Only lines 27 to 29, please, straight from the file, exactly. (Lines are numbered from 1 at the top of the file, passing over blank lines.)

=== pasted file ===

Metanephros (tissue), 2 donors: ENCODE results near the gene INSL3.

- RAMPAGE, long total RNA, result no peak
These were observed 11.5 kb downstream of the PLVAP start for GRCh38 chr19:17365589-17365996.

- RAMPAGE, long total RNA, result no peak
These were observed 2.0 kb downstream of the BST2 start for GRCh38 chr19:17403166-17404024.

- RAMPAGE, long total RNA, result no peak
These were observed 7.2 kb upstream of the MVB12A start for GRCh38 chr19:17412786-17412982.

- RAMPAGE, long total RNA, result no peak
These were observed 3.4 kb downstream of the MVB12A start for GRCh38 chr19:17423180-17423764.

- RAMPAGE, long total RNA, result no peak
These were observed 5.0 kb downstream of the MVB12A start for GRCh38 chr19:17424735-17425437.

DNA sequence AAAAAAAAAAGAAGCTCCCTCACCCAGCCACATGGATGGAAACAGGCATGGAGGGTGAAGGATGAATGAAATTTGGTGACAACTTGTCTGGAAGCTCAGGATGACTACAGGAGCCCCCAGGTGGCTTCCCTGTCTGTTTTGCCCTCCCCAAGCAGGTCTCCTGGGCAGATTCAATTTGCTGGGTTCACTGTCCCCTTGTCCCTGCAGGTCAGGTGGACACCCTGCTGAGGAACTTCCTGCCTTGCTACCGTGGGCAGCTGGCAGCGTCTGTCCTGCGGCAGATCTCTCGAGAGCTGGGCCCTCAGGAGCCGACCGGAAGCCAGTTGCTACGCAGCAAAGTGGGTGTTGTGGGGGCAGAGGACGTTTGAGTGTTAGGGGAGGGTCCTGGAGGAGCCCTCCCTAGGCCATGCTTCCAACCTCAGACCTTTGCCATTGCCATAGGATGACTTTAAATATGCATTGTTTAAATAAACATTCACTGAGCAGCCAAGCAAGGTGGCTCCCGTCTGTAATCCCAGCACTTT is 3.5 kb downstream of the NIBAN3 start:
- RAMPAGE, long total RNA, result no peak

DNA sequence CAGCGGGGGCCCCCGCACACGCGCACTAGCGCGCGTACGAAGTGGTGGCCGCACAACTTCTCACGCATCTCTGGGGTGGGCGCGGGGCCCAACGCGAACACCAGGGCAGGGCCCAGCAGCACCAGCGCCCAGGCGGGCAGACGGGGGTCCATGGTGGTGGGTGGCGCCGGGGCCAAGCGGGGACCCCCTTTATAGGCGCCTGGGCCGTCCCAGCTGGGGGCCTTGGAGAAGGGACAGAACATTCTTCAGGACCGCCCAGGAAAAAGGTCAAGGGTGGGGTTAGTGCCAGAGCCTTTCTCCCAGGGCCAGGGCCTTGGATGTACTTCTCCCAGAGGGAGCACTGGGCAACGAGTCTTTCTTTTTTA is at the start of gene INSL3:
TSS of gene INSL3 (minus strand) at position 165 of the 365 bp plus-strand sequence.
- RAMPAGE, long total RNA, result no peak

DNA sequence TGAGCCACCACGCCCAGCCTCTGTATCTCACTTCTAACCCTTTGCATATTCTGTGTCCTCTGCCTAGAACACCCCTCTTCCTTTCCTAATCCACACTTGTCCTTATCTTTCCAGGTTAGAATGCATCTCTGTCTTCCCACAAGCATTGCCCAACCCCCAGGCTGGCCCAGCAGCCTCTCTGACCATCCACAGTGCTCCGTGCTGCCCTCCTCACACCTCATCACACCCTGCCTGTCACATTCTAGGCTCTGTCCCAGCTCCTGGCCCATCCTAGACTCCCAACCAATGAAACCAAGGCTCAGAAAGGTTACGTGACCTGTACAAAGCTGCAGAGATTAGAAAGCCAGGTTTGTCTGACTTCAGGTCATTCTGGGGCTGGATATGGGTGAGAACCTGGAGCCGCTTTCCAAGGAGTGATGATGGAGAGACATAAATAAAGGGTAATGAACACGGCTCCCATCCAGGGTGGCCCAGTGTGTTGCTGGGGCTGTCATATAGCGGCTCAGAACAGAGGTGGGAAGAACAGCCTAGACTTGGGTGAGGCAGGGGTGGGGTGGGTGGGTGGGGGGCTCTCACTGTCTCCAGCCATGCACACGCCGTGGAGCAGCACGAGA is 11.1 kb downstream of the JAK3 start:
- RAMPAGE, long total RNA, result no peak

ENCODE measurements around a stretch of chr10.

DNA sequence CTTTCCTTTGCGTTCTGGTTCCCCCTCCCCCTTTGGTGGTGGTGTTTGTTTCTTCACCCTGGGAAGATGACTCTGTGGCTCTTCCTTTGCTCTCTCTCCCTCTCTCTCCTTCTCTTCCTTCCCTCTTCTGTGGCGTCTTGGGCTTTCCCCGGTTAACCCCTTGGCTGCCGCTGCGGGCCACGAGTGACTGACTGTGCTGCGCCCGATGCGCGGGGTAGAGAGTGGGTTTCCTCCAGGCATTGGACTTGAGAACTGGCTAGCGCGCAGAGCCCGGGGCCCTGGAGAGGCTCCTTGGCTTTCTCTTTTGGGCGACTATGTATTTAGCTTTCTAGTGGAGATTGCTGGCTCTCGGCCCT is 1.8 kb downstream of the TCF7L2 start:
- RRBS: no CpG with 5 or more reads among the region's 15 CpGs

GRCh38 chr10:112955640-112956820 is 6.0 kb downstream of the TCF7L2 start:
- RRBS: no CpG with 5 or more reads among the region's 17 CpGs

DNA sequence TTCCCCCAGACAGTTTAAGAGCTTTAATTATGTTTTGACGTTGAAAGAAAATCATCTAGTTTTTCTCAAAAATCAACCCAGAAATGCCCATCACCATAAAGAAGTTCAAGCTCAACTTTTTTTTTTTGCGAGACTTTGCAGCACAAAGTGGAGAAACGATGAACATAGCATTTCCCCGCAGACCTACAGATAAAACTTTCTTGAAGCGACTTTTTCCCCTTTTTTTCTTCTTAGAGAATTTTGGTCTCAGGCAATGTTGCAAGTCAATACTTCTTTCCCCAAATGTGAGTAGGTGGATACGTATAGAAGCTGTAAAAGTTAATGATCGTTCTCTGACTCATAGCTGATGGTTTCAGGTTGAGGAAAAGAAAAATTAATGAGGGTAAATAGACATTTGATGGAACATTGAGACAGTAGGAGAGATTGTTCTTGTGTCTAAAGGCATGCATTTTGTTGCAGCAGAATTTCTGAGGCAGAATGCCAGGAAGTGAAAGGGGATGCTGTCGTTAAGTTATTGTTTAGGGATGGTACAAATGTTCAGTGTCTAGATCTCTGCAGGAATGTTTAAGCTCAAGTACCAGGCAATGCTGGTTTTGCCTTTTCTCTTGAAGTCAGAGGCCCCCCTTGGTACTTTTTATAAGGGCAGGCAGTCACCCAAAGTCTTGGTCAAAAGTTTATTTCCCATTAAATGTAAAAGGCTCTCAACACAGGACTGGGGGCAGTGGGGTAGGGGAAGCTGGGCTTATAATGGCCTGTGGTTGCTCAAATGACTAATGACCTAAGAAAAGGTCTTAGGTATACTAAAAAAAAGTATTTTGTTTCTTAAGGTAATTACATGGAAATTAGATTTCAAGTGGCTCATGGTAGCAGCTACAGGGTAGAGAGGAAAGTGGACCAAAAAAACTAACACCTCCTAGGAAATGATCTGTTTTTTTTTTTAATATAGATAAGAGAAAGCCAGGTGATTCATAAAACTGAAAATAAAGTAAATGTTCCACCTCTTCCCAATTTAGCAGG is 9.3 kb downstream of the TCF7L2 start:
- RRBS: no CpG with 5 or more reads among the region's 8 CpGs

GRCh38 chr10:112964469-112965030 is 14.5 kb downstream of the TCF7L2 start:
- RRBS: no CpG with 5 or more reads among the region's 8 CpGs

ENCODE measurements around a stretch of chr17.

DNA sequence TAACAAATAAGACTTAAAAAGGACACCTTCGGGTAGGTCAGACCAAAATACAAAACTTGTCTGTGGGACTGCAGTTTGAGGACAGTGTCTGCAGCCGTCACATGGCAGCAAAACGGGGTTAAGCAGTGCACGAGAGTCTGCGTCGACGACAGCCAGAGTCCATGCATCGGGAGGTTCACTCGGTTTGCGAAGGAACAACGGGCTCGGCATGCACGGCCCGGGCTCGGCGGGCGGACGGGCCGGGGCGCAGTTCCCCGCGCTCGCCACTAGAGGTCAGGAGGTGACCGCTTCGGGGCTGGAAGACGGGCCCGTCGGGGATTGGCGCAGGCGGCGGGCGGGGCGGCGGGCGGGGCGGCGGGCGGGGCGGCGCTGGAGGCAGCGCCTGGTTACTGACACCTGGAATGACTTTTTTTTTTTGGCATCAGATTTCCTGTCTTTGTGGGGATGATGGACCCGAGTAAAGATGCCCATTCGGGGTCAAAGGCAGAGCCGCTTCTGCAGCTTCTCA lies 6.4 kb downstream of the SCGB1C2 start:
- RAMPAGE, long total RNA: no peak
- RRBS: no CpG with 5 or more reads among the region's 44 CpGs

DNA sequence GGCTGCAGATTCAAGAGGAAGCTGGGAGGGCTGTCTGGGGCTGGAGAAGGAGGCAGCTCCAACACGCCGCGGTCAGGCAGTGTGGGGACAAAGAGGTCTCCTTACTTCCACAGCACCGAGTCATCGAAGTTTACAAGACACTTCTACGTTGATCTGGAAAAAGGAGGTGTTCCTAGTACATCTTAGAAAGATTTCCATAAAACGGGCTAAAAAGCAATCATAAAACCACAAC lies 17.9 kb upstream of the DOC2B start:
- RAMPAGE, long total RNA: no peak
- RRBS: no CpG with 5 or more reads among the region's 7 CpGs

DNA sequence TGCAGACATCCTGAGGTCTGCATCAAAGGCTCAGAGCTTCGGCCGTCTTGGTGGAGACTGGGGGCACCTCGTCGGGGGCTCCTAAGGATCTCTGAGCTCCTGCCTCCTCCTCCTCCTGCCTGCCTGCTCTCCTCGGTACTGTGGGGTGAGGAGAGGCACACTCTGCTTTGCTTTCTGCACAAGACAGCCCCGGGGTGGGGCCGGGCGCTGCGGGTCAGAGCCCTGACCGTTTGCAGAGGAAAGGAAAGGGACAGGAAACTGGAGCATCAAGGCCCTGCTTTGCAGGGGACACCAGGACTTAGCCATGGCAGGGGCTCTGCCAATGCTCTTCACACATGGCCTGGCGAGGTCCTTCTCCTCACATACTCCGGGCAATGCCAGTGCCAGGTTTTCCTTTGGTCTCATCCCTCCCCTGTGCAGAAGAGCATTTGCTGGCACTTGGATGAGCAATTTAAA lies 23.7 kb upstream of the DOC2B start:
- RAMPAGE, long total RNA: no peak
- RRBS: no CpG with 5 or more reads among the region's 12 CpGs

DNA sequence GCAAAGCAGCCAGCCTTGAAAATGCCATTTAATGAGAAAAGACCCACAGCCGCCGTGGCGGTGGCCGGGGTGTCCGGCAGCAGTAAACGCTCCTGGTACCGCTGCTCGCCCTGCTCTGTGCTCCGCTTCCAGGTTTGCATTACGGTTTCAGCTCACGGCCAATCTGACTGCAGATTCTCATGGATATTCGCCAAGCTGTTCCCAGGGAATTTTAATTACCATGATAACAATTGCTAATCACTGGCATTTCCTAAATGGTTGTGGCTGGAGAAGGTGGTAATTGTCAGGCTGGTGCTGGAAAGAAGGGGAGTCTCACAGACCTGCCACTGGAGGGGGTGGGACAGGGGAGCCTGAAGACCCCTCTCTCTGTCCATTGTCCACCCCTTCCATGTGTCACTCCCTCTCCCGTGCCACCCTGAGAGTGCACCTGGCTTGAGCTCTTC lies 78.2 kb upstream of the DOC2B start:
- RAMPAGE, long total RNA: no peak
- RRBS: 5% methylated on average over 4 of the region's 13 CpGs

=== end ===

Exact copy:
- RRBS: no CpG with 5 or more reads among the region's 8 CpGs

ENCODE measurements around a stretch of chr17.

DNA sequence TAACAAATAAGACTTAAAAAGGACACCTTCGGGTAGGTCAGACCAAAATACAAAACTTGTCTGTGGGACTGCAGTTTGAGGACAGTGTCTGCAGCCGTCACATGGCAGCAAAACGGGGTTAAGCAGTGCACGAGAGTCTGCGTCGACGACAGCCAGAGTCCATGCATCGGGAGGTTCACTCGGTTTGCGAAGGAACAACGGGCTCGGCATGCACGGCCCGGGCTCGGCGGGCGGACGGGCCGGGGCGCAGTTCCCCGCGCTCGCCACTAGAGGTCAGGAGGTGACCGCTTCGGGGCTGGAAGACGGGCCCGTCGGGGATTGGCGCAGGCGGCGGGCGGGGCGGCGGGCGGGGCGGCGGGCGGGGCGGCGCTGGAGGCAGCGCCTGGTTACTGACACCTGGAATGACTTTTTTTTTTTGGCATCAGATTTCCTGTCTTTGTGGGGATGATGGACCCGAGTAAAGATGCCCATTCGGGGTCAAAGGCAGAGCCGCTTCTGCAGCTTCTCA lies 6.4 kb downstream of the SCGB1C2 start: